An olive leaf extract rich in polyphenols promotes apoptosis in cervical cancer cells. - GreenMedInfo Summary
An Olive Leaf Extract Rich in Polyphenols Promotes Apoptosis in Cervical Cancer Cells by Upregulating p21Gene Expression.
Nutr Cancer. 2019 ;71(2):320-333. Epub 2019 Jan 19. PMID: 30661406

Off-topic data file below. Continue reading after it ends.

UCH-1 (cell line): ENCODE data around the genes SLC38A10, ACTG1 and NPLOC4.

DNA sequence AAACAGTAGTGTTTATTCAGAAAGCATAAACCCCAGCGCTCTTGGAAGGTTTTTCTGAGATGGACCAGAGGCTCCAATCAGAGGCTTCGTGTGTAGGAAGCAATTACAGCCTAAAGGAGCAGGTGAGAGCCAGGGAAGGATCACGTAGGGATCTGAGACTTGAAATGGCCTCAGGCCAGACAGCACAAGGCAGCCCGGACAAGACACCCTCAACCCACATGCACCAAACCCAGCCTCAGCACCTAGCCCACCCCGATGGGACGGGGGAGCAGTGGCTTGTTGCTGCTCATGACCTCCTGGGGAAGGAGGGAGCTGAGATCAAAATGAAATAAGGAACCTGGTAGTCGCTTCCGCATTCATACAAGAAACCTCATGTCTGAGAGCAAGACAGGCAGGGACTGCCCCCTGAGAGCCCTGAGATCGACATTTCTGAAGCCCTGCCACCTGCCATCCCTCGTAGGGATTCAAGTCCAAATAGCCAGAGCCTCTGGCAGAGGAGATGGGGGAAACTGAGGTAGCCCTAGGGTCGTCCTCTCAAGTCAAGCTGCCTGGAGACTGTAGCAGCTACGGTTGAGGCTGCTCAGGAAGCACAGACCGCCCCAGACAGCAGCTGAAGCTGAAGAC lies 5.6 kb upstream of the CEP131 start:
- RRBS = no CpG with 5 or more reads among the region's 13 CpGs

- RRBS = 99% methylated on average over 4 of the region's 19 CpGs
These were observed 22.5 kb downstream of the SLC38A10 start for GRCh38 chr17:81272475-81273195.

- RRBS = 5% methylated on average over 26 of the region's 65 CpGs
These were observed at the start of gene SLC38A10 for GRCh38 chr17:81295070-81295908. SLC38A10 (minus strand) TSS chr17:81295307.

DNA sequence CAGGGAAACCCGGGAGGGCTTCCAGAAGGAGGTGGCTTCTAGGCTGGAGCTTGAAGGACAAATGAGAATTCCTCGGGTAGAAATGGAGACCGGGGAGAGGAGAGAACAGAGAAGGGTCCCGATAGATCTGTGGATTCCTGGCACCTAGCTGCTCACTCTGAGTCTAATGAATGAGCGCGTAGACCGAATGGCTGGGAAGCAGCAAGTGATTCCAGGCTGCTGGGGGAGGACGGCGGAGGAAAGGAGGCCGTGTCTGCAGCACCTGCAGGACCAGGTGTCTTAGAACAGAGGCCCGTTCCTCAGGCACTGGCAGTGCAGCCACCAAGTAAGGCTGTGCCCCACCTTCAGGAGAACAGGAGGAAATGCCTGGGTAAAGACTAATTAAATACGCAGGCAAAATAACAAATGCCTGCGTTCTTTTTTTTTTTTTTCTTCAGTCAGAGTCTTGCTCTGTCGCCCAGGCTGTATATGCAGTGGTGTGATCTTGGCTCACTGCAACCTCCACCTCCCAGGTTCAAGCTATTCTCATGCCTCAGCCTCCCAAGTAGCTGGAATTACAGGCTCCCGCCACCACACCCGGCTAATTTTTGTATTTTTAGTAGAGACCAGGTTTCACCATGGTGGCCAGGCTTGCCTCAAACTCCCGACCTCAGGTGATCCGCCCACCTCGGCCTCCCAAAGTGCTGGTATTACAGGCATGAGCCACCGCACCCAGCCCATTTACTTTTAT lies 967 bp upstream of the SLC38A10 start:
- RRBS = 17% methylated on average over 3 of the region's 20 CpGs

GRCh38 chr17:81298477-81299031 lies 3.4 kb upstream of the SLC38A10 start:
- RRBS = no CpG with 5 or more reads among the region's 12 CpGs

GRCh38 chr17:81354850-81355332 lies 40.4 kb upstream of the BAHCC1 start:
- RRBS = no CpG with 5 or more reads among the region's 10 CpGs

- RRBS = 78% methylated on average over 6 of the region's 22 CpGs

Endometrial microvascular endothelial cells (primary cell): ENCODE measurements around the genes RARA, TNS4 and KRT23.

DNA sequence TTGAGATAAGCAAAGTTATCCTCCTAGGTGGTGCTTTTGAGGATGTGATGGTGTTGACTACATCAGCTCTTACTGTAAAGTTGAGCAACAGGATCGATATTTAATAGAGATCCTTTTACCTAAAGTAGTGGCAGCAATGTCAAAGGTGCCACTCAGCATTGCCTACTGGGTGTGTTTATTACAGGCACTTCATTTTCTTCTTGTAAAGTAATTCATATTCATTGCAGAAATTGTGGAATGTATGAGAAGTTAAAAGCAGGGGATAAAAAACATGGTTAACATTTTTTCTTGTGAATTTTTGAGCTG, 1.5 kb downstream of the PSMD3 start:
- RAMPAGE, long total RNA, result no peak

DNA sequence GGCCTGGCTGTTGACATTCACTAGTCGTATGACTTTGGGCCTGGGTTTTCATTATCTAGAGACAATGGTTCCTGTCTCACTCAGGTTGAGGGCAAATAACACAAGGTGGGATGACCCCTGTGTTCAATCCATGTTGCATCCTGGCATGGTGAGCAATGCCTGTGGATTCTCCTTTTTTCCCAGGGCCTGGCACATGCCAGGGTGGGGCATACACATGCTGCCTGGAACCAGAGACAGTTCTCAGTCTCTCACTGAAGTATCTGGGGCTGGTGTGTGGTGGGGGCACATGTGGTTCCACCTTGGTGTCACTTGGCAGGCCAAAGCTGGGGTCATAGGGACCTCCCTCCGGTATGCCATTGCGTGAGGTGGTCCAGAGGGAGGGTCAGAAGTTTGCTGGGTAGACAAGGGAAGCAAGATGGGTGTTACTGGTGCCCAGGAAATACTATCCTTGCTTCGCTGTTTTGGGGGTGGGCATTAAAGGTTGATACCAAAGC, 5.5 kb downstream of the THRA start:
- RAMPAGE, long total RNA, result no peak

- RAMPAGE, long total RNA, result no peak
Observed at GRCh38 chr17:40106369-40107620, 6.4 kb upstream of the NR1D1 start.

Most of the common drugs used to treat the cervical cancer, which main etiological factor is the HPV infection, cause side effects and intrinsic/acquired resistance to chemotherapy. In this study we investigated whether an olive leaf extract (OLE), rich in polyphenols, was able to exert anti-tumor effects in human cervical cancer cells (HeLa). MTT assay results showed a reduction of HeLa cells viability OLE-induced, concomitantly with a gene and protein down-regulation of Cyclin-D1 and an up-regulation of p21, triggering intrinsic apoptosis. OLE reduced NFkB nuclear translocation, which constitutive activation, stimulated by HPV-oncoproteins, promotes cancer progression and functional studies revealed that OLE activated p21in a transcriptional-dependent-manner, by reducing the nuclear recruitment of NFkB on its responsive elements. Furthermore, OLE treatment counteracted epithelial-to-mesenchymal-transition and inhibited anchorage-dependent and -independent cell growth EGF-induced. Finally, MTT assay results revealed that OLE plus Cisplatin strengthened the reduction of cells viability Cisplatin-induced, as OLE inhibited NFkB, AkT and MAPK pathways, all involved in Cisplatin chemoresistance. In conclusion, we demonstrated that in HeLa cells OLE exerts pro-apoptotic effects, elucidating the molecular mechanism and that OLE could mitigate Cisplatin chemoresistance. Further studies are needed to explore the potential coadiuvant use of OLE for cervical cancer treatment.